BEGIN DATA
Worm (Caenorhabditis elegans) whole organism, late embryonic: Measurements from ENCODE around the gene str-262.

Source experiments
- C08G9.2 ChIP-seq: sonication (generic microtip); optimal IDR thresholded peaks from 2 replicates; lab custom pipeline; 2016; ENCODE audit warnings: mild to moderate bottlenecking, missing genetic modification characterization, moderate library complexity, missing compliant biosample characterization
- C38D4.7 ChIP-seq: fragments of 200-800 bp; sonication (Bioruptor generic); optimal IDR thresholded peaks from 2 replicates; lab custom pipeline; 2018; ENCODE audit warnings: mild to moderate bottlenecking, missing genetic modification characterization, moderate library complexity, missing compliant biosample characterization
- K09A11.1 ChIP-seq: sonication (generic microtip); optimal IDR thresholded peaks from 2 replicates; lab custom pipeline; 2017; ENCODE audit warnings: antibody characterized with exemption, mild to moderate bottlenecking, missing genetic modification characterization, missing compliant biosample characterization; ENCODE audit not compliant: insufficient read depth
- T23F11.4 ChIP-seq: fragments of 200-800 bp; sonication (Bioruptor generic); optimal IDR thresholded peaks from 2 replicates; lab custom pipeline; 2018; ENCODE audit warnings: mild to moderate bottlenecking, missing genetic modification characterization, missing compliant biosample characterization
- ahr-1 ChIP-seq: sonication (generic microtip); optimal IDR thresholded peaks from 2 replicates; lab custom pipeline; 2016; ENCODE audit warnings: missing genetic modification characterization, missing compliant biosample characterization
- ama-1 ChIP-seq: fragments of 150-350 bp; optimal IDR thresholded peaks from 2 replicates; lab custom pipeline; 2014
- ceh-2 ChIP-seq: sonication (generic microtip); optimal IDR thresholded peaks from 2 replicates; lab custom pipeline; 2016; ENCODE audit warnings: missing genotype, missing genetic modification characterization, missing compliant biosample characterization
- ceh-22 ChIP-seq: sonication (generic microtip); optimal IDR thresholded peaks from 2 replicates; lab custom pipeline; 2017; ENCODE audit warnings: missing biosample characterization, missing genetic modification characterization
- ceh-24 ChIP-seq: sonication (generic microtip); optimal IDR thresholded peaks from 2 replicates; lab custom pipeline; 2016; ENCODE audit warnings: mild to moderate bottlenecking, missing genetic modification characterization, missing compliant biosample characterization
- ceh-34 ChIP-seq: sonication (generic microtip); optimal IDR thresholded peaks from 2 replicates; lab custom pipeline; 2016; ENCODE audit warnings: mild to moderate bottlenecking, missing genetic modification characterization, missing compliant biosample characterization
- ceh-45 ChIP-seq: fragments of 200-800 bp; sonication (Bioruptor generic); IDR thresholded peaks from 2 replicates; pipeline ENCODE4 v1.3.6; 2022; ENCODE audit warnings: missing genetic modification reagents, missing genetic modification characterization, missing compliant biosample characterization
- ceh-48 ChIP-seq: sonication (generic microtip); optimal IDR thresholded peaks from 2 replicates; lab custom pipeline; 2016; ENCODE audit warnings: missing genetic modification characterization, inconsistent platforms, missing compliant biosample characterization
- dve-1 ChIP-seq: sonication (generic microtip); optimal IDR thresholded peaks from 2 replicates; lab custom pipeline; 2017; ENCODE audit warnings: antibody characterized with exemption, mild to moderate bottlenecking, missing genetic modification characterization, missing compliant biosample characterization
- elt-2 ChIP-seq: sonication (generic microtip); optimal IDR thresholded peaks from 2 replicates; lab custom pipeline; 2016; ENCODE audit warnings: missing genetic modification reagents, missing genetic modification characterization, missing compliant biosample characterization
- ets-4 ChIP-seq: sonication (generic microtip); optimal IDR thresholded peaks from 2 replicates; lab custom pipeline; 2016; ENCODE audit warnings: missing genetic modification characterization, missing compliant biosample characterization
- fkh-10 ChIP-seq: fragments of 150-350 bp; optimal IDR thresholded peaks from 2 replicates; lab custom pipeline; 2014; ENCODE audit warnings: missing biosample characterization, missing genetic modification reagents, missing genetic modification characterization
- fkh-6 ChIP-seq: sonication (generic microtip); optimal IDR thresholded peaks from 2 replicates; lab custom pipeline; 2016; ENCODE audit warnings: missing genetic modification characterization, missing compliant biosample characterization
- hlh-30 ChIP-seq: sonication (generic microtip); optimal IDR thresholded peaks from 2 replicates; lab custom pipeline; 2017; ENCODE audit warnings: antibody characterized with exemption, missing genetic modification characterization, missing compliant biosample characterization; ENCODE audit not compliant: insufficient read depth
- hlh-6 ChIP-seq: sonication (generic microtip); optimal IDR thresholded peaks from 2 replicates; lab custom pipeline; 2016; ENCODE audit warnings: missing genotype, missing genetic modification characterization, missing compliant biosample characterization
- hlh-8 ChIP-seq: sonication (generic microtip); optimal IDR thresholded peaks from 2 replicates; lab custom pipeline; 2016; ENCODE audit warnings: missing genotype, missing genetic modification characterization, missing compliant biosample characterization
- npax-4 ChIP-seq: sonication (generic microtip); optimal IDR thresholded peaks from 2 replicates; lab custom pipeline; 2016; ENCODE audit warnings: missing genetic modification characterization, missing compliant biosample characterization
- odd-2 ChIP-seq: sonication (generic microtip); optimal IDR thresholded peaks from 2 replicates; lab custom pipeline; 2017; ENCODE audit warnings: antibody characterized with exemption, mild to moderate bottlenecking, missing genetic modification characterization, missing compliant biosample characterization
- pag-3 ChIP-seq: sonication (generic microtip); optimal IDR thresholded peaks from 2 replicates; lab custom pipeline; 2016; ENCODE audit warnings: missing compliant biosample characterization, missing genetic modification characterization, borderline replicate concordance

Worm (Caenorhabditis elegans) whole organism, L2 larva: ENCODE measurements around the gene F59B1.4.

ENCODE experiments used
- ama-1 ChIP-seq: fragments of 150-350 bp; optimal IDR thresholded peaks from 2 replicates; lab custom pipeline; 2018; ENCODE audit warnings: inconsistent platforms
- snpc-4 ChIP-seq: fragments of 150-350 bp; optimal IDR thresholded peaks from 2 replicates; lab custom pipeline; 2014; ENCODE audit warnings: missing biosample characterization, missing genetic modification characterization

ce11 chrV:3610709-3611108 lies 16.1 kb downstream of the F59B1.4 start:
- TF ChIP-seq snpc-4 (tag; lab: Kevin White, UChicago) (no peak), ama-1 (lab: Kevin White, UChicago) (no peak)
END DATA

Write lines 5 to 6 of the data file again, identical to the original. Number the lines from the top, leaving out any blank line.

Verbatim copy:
- K09A11.1 ChIP-seq: sonication (generic microtip); optimal IDR thresholded peaks from 2 replicates; lab custom pipeline; 2017; ENCODE audit warnings: antibody characterized with exemption, mild to moderate bottlenecking, missing genetic modification characterization, missing compliant biosample characterization; ENCODE audit not compliant: insufficient read depth
- T23F11.4 ChIP-seq: fragments of 200-800 bp; sonication (Bioruptor generic); optimal IDR thresholded peaks from 2 replicates; lab custom pipeline; 2018; ENCODE audit warnings: mild to moderate bottlenecking, missing genetic modification characterization, missing compliant biosample characterization